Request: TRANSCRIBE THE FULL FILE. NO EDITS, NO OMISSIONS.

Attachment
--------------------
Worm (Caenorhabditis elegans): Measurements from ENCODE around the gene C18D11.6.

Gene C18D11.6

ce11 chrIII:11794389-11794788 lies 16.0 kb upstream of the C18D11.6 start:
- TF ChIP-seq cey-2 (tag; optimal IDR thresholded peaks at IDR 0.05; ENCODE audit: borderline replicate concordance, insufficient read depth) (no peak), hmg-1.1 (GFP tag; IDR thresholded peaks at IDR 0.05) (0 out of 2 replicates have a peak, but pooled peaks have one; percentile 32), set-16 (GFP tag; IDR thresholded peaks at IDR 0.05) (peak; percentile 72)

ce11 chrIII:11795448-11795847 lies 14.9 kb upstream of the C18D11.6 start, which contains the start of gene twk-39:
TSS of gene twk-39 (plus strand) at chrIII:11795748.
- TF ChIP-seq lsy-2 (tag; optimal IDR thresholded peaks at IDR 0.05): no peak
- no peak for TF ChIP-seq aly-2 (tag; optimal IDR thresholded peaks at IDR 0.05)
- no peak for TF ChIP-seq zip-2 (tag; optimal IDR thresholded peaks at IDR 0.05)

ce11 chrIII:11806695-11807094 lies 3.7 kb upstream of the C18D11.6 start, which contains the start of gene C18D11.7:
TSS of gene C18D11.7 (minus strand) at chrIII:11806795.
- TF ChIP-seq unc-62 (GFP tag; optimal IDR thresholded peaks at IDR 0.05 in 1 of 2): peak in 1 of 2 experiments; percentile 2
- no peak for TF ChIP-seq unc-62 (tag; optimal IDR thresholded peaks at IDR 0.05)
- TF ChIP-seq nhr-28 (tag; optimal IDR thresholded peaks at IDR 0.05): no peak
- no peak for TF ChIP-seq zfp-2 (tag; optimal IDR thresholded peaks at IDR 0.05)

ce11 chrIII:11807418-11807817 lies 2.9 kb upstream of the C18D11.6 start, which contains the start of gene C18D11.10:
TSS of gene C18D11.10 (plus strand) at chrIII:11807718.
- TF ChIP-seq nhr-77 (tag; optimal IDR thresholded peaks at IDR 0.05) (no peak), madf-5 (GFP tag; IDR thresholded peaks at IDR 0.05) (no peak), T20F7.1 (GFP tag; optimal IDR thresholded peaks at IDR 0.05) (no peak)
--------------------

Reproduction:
Worm (Caenorhabditis elegans): Measurements from ENCODE around the gene C18D11.6.

Gene C18D11.6

ce11 chrIII:11794389-11794788 lies 16.0 kb upstream of the C18D11.6 start:
- TF ChIP-seq cey-2 (tag; optimal IDR thresholded peaks at IDR 0.05; ENCODE audit: borderline replicate concordance, insufficient read depth) (no peak), hmg-1.1 (GFP tag; IDR thresholded peaks at IDR 0.05) (0 out of 2 replicates have a peak, but pooled peaks have one; percentile 32), set-16 (GFP tag; IDR thresholded peaks at IDR 0.05) (peak; percentile 72)

ce11 chrIII:11795448-11795847 lies 14.9 kb upstream of the C18D11.6 start, which contains the start of gene twk-39:
TSS of gene twk-39 (plus strand) at chrIII:11795748.
- TF ChIP-seq lsy-2 (tag; optimal IDR thresholded peaks at IDR 0.05): no peak
- no peak for TF ChIP-seq aly-2 (tag; optimal IDR thresholded peaks at IDR 0.05)
- no peak for TF ChIP-seq zip-2 (tag; optimal IDR thresholded peaks at IDR 0.05)

ce11 chrIII:11806695-11807094 lies 3.7 kb upstream of the C18D11.6 start, which contains the start of gene C18D11.7:
TSS of gene C18D11.7 (minus strand) at chrIII:11806795.
- TF ChIP-seq unc-62 (GFP tag; optimal IDR thresholded peaks at IDR 0.05 in 1 of 2): peak in 1 of 2 experiments; percentile 2
- no peak for TF ChIP-seq unc-62 (tag; optimal IDR thresholded peaks at IDR 0.05)
- TF ChIP-seq nhr-28 (tag; optimal IDR thresholded peaks at IDR 0.05): no peak
- no peak for TF ChIP-seq zfp-2 (tag; optimal IDR thresholded peaks at IDR 0.05)

ce11 chrIII:11807418-11807817 lies 2.9 kb upstream of the C18D11.6 start, which contains the start of gene C18D11.10:
TSS of gene C18D11.10 (plus strand) at chrIII:11807718.
- TF ChIP-seq nhr-77 (tag; optimal IDR thresholded peaks at IDR 0.05) (no peak), madf-5 (GFP tag; IDR thresholded peaks at IDR 0.05) (no peak), T20F7.1 (GFP tag; optimal IDR thresholded peaks at IDR 0.05) (no peak)